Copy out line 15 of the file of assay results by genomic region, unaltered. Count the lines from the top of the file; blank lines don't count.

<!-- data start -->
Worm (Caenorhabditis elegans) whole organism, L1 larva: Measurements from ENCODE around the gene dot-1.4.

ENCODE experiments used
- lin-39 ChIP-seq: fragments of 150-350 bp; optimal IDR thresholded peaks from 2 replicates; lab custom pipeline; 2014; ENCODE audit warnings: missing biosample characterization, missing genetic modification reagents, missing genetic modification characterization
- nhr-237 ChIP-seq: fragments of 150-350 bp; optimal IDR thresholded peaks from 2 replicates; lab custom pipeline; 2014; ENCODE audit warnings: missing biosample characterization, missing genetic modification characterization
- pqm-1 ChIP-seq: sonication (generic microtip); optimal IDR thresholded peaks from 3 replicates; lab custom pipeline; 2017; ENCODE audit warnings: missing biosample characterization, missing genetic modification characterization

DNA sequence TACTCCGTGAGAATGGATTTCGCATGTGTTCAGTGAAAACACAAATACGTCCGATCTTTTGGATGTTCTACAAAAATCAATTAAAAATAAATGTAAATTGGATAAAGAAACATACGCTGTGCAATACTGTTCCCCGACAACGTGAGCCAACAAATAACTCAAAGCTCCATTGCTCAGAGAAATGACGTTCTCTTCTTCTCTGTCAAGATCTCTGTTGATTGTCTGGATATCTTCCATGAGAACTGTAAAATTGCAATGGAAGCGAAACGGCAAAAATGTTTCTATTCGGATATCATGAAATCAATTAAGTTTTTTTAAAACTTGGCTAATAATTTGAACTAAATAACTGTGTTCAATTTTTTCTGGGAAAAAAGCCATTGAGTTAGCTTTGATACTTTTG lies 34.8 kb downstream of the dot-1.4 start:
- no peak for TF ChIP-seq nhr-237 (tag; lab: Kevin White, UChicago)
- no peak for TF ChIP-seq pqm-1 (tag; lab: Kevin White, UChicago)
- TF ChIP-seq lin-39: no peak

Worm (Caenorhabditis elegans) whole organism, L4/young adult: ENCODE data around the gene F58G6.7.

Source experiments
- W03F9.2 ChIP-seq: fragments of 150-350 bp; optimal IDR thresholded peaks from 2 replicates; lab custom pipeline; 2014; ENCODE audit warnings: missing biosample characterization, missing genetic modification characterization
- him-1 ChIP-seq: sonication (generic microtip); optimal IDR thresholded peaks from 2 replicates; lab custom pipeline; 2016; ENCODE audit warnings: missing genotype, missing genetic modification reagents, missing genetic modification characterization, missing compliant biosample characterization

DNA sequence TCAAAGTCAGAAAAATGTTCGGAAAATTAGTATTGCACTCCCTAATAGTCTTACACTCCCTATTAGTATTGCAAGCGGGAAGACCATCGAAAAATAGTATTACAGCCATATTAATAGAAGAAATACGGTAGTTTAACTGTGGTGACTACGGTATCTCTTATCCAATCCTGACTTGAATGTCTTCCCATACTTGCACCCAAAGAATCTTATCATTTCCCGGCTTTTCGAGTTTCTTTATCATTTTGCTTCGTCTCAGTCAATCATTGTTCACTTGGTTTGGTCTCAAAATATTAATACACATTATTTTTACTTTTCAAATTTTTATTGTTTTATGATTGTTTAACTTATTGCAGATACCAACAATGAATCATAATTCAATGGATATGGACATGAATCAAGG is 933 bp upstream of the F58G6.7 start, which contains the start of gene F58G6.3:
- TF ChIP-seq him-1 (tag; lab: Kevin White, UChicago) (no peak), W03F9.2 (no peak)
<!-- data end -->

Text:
- TF ChIP-seq him-1 (tag; lab: Kevin White, UChicago) (no peak), W03F9.2 (no peak)